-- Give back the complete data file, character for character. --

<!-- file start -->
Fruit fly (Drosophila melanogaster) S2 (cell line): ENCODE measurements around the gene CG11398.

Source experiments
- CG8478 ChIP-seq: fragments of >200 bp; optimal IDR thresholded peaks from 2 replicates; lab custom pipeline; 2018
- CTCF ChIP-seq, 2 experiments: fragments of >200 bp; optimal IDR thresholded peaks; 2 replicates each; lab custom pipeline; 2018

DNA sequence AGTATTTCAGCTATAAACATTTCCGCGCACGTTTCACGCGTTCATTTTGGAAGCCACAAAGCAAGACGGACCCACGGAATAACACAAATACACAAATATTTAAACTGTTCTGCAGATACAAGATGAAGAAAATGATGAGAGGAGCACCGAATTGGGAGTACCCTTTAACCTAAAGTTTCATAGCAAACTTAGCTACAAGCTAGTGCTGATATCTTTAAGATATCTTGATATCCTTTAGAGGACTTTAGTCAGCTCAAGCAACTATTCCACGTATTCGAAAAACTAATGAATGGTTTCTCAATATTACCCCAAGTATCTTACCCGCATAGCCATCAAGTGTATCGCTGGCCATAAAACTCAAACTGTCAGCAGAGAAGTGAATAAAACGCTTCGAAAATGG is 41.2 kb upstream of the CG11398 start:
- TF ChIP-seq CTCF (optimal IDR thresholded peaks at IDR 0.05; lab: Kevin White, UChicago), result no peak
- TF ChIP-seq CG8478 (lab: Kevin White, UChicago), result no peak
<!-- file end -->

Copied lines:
Fruit fly (Drosophila melanogaster) S2 (cell line): ENCODE measurements around the gene CG11398.

Source experiments
- CG8478 ChIP-seq: fragments of >200 bp; optimal IDR thresholded peaks from 2 replicates; lab custom pipeline; 2018
- CTCF ChIP-seq, 2 experiments: fragments of >200 bp; optimal IDR thresholded peaks; 2 replicates each; lab custom pipeline; 2018

DNA sequence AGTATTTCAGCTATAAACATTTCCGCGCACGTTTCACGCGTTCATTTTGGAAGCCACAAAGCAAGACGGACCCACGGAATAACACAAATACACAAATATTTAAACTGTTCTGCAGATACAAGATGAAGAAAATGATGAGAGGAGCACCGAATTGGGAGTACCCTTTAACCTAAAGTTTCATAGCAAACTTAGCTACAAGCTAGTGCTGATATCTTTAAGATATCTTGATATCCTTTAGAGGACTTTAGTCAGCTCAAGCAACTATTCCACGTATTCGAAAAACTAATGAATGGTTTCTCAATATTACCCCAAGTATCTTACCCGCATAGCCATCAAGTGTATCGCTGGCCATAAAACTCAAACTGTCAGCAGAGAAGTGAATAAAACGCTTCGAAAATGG is 41.2 kb upstream of the CG11398 start:
- TF ChIP-seq CTCF (optimal IDR thresholded peaks at IDR 0.05; lab: Kevin White, UChicago), result no peak
- TF ChIP-seq CG8478 (lab: Kevin White, UChicago), result no peak